One thing, however, that we must take into account when considering this particular issue, is the Human Rights Act. On a more detailed inspection we can clearly see that the Act makes express provision for matters that may require the trial not to be fully open to the public:
Judgment shall be pronounced publicly, but the press and public may be excluded from all or part of the trial in the interests of morals, public order or national security in a democratic society…
This, rightly or wrongly, provides some justification for the current situation created by the Crown and its Government, with one buzzword cropping up again: Balance. As in many issues in Public Law and Human Rights, there is a balance that is required to be struck between these two seemingly opposing principles: national security and open justice.
Once again, on one side of the scales is ‘National Security’. In recent times we have become used to seeing Privacy on the opposite side, such as on matters of high urgency (e.g. terrorism), with Governments using these terms to justify invasions of privacy (i.e. NSA!).
This time, however, it is ‘Justice’ instead of Privacy that takes centre stage.
In this particular instance, however, the judges did not feel that a correct balance had been achieved. Furthermore, a point was raised in an Editorial on the Guardian website  that national security concerns should only be used ‘rarely’ in order not to ‘jeopardise public confidence’. This point is supported by a reference to the infamous and long-running Binyam Mohamed case , where ‘the complicity of MI5 in torture would have been suppressed altogether had Lord Neuberger, then Master of the Rolls, not published his draft legal opinion’.
This demonstrated the concerns and challenges that face any attempt to incorporate or favour national security concerns as opposed to ‘open justice’. It strikes at the very heart of the legitimacy of government, needing to show the public that we are not heading towards a ‘police state’ (as some Guardian commenters would have you believe!)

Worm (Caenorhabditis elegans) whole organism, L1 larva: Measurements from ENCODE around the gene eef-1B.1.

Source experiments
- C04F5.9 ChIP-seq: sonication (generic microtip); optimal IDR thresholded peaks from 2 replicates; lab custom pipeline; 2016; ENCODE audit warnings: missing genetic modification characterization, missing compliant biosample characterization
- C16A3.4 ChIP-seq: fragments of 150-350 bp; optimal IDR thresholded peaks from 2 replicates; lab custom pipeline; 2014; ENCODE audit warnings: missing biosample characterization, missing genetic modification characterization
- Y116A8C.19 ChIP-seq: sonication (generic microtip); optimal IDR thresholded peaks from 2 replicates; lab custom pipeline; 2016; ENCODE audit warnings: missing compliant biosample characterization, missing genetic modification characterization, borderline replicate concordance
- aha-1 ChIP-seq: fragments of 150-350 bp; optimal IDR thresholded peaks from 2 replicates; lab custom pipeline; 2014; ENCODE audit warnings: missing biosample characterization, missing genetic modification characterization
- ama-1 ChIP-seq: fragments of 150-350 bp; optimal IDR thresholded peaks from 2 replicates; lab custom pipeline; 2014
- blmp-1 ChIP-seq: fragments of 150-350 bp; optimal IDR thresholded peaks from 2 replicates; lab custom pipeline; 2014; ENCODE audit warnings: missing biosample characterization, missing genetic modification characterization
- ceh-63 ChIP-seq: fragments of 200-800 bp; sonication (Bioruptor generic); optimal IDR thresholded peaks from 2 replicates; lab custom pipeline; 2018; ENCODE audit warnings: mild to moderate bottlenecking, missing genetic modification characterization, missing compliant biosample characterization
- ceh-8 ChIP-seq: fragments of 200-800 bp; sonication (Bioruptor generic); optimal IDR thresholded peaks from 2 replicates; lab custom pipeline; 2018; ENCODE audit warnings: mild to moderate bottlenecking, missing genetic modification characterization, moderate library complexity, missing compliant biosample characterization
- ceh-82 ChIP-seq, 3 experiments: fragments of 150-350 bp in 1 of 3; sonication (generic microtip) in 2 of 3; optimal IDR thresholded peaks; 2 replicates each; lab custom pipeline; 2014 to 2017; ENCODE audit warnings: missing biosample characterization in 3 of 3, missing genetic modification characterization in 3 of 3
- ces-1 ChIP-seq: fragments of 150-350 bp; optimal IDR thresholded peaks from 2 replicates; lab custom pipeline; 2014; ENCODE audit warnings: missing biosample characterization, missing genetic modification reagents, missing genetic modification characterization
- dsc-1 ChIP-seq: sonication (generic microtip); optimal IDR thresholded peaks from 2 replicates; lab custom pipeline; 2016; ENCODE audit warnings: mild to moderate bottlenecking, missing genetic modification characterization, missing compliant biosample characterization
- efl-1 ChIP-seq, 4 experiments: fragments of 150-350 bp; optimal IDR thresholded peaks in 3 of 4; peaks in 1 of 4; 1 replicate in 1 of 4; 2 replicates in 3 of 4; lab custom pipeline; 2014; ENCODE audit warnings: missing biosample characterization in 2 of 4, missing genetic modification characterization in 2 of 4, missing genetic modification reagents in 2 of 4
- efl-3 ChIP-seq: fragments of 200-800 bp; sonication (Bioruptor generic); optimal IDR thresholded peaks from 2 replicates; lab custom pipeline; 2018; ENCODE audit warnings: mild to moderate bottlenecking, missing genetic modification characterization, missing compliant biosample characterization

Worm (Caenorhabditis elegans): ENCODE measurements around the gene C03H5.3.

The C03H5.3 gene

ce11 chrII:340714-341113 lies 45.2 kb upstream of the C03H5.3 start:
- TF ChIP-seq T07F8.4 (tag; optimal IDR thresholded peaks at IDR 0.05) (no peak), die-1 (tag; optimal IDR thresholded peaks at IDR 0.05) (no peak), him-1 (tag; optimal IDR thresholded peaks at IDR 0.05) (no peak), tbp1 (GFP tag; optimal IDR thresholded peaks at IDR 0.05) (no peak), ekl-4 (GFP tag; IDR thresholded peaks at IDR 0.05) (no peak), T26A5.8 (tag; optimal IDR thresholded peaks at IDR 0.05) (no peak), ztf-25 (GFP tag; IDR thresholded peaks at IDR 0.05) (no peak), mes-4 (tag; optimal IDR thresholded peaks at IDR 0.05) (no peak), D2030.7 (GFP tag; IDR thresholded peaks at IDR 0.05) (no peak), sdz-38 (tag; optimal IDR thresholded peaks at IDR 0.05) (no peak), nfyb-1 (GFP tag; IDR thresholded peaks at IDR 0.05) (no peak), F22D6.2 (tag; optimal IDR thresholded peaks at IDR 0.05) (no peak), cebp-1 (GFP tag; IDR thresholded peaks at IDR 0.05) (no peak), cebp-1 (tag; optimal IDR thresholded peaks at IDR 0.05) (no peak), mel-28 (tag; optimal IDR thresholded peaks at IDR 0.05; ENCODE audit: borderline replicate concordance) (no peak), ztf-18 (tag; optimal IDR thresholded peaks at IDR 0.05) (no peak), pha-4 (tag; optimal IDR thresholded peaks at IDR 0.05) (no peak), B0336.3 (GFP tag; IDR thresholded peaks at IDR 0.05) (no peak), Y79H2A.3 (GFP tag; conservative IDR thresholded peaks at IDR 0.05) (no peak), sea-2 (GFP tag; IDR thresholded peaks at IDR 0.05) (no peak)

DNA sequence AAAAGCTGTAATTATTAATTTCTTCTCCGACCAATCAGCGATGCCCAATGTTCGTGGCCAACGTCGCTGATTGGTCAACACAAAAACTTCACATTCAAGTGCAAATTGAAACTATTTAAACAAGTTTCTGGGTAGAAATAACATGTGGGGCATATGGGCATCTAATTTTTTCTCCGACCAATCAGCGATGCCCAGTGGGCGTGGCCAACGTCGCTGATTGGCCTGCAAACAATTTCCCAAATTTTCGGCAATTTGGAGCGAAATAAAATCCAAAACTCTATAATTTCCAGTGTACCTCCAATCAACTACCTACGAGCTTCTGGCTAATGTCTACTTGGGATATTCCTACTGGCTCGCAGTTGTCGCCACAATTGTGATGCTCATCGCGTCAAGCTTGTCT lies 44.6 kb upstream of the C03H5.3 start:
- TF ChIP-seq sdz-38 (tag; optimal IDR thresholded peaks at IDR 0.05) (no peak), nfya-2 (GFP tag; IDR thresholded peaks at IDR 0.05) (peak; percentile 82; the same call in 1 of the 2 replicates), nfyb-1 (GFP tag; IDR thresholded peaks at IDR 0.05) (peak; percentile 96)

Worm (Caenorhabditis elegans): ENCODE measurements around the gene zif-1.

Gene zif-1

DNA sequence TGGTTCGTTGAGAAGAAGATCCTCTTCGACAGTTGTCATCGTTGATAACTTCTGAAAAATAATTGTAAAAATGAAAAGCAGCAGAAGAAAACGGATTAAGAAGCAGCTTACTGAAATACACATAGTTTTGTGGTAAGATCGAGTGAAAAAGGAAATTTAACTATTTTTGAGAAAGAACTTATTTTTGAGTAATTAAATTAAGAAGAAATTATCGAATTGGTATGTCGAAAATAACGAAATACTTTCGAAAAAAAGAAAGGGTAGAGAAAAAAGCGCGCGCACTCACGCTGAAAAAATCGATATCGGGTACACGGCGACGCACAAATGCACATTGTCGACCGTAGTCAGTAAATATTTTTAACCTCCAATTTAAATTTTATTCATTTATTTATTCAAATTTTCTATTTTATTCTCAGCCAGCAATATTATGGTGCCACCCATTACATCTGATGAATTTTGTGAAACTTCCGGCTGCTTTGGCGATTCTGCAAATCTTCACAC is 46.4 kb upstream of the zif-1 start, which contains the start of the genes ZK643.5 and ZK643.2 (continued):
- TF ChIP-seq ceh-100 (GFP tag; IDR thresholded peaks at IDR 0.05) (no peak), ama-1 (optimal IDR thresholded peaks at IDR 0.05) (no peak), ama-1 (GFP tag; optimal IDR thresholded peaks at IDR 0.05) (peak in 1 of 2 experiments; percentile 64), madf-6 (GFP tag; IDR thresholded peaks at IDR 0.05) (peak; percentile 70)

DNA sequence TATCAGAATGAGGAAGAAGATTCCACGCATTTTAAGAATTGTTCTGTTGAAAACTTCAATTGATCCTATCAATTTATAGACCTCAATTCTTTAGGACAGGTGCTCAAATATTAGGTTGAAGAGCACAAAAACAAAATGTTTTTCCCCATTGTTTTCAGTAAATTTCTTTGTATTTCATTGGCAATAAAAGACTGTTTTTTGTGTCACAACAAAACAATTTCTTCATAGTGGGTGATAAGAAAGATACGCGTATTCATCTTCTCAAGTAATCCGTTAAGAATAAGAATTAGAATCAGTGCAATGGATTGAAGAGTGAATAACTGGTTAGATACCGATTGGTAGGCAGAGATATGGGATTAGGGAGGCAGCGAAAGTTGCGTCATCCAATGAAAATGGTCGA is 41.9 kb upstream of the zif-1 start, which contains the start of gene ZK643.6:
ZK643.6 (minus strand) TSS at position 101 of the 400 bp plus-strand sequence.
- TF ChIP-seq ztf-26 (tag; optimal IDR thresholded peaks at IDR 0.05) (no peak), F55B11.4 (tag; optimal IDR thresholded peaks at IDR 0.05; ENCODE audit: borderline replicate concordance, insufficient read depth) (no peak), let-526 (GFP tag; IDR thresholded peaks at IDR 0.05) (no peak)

Having seen some of the (albeit obviously biased) media reaction, it seems that issues surrounding the parties involved have been misinterpreted. Whilst the Government is heavily involved here, the real issue lies with the CPS and the judiciary.
The CPS has a mandate and they clearly felt that they would not be able to successfully honour their principles without requesting for a secret trial.
The denouncements of the so-called ‘secret- justice’, being presented as an opposite to ‘open justice’, seems to underestimate and discredit the judiciary. Judges are people who we do put our trust into to get these decisions right, and they certainly are not in cahoots with the government as has been suggested in some of the internet vitriol. Indeed, it was the judges who allowed the appeal from the Guardian et al., demonstrating that they can be the ones we turn to when the Government has made a questionable decision or has infringed on some right.
Whilst this is not to say that judges are completely infallible super-humans, it is odd to see such a high level of outrage directed at the people that we place our trust in every day to deliver a correct and proper decision (with the back-up of an appeal system when it doesn’t work out perfectly).
Therefore, whilst it is completely understandable that such decisions have been controversial and were not met with universal acceptance, the media (having a vested interest in the outcome) have appeared to play their part in whipping up a frenzy about the implication of such ‘secret trials’. Obviously there are concerns, but we cannot forget that national security, is, and always will be, a major issue. What is required, therefore, is a balancing process that takes into account many factors.
Whilst the human right of a fair and open public hearing must be protected at all costs, so too must we strive to achieve a situation where a man can be found guilty for terrible crimes at little cost to the safety of our nation and its people.
 Guardian News and Media Ltd v AB and CD
 This is the logical conclusion, however, the actual legal basis of the argument was never made public.
 Mohamed, R (on the application of) v Secretary of State for Foreign & Commonwealth Affairs  EWCA Civ 65